Glacier front variation measurements have been carried out at a few hundred glaciers since the late 19th century (Fischer et al., 2018; SCNAT, 2017). These direct observations are extended by reconstruction of glacier front variations based on geomorphological evidences, tree rings, pictorial sources, and historical documents through the LIA (Nussbaumer, Zumbühl, & Steiner, 2007; Pelfini & Smiraglia, 1988; Zumbühl & Holzhauser, 1988) and into the Holocene (Holzhauser, Magny, & Zumbühl, 2005; Joerin, Stocker, & Schlüchter, 2006; Nicolussi & Patzelt, 2000). These datasets prominently document the glacier maxima of the LIA and provide evidences of longer periods with reduced glacier extents during the early Holocene (Figure 4). After the last LIA maximum around 1850, glaciers started their extensive retreat all over the Alps, with intermittent periods of minor re-advance in the 1890s, 1920s, and 1970s–1980s (Figure 5). Today, glaciers continue their dwindling beyond Holocene variations as evidenced by archaeological findings (Grosjean, Suter, Trachsel, & Wanner, 2007; Kutschera & Rom, 2000).
The glaciological method, based primarily on stake and pit measurements, provides observations of seasonal or annual mass balance (Cogley et al., 2011). Pioneer point observations extend back to the late 19th century (Chen & Funk, 1990; Huss, Bauder, & Funk, 2009; Mercanton, 1916) and have been expanded to glacier-wide observation networks in all Alpine countries since the 1950s (Escher-Vetter, Kuhn, & Vetter, 2009; Fischer, 2010; Huss, Dhulst, & Bauder, 2015; Vincent, 2002). The use of the geodetic method (Cogley et al., 2011) for mapping glaciers started with terrestrial surveys in the 19th century, resulting in high-quality topographic glacier maps (Finsterwalder, 1897: Mercanton, 1916). Air- and space-borne repeat mapping opened new opportunities for glacier change assessments. Validation and—if necessary—calibration of glaciological time series with multi-year geodetic surveys (Zemp et al., 2013) have become best practice over the past decade (Fischer, 2011; Huss et al., 2009a; Klug et al., 2018; Thibert & Vincent, 2009). Moreover, the assessment of glacier volume changes at catchment and even country scale became possible (Fischer, Huss, & Hoelzle, 2015; Knoll & Kerschner, 2009; Paul & Haeberli, 2008; Rabatel, Dedieu, & Vincent, 2016). The geodetic method provides mass-balance results at a relatively low temporal resolution (i.e., decadal), but for large glacier samples. Long-term glaciological time series are available from a much smaller sample but come with seasonal resolution and hence provide much more insight into the processes related to atmospheric conditions and driving overall glacier changes.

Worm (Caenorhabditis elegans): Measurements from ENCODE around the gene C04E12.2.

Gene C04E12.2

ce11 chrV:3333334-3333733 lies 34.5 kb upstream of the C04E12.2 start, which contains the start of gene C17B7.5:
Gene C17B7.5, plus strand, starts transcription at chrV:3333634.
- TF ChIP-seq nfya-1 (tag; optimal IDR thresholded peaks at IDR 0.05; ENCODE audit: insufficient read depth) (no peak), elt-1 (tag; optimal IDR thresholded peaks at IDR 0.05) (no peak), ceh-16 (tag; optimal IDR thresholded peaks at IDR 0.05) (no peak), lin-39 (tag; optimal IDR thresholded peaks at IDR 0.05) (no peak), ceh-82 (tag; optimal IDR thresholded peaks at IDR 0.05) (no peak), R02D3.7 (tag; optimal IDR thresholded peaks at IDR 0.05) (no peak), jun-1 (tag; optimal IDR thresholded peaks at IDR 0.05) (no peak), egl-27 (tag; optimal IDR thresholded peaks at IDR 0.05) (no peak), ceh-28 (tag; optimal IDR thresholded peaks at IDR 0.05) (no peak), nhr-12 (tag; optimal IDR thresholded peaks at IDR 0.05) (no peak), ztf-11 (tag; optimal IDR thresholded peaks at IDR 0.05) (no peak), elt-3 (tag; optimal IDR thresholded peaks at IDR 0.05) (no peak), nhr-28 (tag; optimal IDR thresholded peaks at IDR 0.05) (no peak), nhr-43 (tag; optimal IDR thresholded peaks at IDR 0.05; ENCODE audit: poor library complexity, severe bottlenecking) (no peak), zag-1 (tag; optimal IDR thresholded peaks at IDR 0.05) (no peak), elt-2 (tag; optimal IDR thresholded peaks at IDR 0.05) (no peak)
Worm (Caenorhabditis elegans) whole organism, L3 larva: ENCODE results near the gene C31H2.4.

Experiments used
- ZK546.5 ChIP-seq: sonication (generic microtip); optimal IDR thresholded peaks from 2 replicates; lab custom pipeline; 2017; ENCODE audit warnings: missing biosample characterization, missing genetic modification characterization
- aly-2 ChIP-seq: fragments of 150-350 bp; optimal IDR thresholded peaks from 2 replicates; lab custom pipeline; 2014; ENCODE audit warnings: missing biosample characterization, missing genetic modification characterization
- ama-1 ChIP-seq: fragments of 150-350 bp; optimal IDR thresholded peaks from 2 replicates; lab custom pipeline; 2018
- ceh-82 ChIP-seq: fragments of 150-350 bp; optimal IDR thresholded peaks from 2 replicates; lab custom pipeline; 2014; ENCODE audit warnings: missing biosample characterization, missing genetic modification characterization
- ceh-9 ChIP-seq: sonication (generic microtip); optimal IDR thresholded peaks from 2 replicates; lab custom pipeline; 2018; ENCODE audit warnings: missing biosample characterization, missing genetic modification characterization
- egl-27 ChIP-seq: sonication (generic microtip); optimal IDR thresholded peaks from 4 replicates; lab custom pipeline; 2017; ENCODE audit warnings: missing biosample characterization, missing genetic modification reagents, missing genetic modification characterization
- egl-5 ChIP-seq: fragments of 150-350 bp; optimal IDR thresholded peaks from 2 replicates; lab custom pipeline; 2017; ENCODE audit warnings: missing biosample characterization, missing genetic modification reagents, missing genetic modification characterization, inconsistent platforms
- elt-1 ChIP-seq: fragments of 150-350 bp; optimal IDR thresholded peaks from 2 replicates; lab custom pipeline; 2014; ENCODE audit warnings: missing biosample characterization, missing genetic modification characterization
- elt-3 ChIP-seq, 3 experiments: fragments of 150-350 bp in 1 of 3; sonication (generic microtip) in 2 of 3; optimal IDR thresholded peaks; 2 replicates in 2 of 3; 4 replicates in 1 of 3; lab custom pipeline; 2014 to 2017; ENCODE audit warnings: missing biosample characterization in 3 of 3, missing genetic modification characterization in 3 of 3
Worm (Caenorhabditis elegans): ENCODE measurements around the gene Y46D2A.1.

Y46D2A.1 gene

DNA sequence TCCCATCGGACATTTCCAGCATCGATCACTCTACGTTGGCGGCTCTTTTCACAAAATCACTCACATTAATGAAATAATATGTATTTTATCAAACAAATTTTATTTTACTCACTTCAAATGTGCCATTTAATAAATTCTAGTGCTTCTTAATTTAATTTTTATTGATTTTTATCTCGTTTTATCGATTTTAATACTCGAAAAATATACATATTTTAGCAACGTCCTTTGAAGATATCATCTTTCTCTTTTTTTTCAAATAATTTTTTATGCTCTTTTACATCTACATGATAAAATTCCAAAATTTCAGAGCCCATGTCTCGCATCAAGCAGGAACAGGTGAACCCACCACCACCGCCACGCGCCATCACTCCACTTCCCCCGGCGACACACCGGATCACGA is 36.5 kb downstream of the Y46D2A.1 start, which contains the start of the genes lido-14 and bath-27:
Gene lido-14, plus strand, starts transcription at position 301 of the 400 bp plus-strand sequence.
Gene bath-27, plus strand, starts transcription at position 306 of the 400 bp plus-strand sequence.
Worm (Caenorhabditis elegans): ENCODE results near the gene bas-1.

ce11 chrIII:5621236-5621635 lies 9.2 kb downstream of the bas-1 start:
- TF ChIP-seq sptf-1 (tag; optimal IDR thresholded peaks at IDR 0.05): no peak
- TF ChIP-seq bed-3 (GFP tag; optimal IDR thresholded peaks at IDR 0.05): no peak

Table 1. Overview on National Glacier Inventories in the European Alps
(Lambrecht & Kuhn, 2007)
(Fischer et al., 2015a)
(Gardent et al., 2014)
(Hagg, Mayer, & Steglich, 2008)
Comitato Glaciologico Italiano (various reports)
(Smiraglia et al., 2015)
(Cekada, Zorn, & Colucci, 2014)
(Maisch et al., 2000)
(Fischer, Huss, Barboux, & Hoelzle, 2014)
Table 2. Glacier Extents Around 1850, 1970s, in 2003, and in 2015 as Derived From Alpine-Wide Inventories
Relative to 1850
Zemp et al. (2007)
Paul et al. (2011)
Paul et al. (2018)
Long-measured mass-balance time series from both glaciological and geodetic methods show a clear centennial trend of glacier mass loss in the Alps. At decadal scale, intermittent time periods of mass (re-)gain are found from 1910–1920 and from 1965–1985. Like most glaciers worldwide, glaciers of the Alps had already experienced extensive mass loss in the 1940s and again since 1985. Annual mass loss since the year 2000 has increased to threefold of the average over the 20th century (Figure 6). Glaciological observations indicate that glacier changes were mainly driven by summer balance (Zemp et al., 2015).
The sustained unfavorable conditions since the mid-1980s have resulted not only in extensive mass loss but also have driven glaciers into an unbalanced state, that is, the glaciers reacted with vertical downwasting rather than by dynamic horizontal retreat. An estimate of the committed ice loss is provided by the ratio between the decadal average accumulation area ratio (AAR) and the balanced-budget AAR0 as derived from glaciological observations (Mernild et al., 2013). For Central Europe, the committed loss in glacier area is estimated at about 50% under sustained climatic conditions, as in the period 2001–2010 (Zemp et al., 2015).